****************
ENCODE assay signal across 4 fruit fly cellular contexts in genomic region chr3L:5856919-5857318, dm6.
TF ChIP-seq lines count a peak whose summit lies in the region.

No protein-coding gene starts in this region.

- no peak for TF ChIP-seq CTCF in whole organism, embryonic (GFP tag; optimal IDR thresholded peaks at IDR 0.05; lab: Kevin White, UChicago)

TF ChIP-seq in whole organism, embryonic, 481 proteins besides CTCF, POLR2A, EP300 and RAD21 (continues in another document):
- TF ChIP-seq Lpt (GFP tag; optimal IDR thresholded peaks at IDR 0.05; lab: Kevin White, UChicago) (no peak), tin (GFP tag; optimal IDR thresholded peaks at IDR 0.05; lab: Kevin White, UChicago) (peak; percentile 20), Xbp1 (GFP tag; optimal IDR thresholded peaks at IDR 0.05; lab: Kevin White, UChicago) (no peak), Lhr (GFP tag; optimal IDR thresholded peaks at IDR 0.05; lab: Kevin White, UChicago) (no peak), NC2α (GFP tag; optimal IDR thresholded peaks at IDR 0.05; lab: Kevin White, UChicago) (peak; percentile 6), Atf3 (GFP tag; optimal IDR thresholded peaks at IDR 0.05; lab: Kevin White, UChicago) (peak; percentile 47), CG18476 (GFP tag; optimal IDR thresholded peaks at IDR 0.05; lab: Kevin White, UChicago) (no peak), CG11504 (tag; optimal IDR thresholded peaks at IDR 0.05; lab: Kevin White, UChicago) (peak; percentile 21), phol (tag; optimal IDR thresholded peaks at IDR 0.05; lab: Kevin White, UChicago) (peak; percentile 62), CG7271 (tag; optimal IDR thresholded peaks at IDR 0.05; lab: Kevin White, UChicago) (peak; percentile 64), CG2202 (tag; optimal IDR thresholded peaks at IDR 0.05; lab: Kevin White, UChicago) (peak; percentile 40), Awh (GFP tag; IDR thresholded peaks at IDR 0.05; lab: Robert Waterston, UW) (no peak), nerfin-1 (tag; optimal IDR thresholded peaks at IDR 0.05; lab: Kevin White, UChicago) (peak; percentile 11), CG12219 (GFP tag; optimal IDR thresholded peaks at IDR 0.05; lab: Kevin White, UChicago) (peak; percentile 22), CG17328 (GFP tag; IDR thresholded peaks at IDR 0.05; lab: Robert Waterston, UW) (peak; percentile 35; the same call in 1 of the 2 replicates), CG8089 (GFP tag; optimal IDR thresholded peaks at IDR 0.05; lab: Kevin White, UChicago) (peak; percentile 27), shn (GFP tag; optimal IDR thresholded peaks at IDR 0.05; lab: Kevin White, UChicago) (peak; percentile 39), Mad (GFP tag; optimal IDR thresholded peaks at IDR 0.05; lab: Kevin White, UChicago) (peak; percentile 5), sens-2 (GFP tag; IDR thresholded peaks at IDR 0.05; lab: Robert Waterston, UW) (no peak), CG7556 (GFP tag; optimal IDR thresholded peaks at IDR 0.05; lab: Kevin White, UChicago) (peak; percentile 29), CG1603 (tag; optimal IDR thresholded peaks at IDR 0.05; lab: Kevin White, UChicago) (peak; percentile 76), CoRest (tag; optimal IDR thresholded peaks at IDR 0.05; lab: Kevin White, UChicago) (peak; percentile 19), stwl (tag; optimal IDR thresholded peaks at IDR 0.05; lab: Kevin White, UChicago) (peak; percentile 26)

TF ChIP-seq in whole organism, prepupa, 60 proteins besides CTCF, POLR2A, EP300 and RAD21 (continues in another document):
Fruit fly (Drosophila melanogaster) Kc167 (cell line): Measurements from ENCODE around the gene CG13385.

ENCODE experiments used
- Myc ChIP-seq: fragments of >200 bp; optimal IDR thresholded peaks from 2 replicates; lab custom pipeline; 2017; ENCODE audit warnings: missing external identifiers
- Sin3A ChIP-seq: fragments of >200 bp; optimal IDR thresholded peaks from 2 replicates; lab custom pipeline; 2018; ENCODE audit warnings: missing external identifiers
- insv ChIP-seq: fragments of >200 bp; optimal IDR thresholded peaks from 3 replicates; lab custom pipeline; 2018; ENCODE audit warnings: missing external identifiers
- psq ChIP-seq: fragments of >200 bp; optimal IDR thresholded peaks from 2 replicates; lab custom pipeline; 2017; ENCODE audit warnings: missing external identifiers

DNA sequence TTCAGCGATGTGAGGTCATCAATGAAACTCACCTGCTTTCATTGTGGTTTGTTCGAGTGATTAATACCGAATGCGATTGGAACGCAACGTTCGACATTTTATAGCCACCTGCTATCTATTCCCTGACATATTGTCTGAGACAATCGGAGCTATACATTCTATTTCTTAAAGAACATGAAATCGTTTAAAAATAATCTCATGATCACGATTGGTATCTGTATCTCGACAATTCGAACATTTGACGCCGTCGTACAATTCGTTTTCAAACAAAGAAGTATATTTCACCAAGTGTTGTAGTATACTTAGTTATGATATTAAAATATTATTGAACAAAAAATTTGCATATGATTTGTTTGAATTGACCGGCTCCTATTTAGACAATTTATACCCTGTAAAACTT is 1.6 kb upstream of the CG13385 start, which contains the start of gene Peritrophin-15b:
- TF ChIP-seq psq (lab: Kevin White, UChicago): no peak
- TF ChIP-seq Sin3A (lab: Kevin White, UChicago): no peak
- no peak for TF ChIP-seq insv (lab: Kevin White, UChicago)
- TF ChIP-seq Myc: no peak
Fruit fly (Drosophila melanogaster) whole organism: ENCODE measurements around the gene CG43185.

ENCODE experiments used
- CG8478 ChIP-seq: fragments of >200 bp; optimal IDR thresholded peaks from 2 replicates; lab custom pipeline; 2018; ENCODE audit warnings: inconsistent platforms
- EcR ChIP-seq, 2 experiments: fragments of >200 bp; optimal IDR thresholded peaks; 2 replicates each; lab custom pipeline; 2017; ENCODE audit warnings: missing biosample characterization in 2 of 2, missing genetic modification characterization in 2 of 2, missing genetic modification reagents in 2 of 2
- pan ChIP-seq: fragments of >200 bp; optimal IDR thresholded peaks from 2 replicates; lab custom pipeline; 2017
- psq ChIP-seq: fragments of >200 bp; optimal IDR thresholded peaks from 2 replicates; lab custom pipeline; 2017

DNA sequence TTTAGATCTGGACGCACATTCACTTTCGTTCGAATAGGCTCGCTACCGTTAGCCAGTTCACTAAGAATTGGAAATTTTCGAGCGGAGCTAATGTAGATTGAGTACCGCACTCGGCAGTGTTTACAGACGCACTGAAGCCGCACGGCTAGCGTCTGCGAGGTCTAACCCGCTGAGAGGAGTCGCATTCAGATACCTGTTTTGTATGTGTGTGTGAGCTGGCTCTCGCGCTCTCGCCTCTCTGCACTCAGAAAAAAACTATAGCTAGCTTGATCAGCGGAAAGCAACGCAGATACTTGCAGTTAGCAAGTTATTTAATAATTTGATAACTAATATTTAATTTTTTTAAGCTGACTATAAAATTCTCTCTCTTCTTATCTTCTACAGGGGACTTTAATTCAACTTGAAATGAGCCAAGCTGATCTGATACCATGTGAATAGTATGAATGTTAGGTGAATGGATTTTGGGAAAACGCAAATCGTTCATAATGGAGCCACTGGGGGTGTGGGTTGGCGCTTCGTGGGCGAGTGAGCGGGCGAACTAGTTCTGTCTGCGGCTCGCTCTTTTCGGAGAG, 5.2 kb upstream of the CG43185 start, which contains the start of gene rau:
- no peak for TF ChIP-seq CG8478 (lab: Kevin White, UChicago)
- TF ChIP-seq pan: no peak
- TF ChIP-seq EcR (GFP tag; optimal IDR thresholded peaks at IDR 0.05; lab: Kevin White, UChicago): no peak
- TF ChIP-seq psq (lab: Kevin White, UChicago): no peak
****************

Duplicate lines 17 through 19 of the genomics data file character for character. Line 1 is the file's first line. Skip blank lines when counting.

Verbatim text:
- no peak for TF ChIP-seq insv (lab: Kevin White, UChicago)
- TF ChIP-seq Myc: no peak
Fruit fly (Drosophila melanogaster) whole organism: ENCODE measurements around the gene CG43185.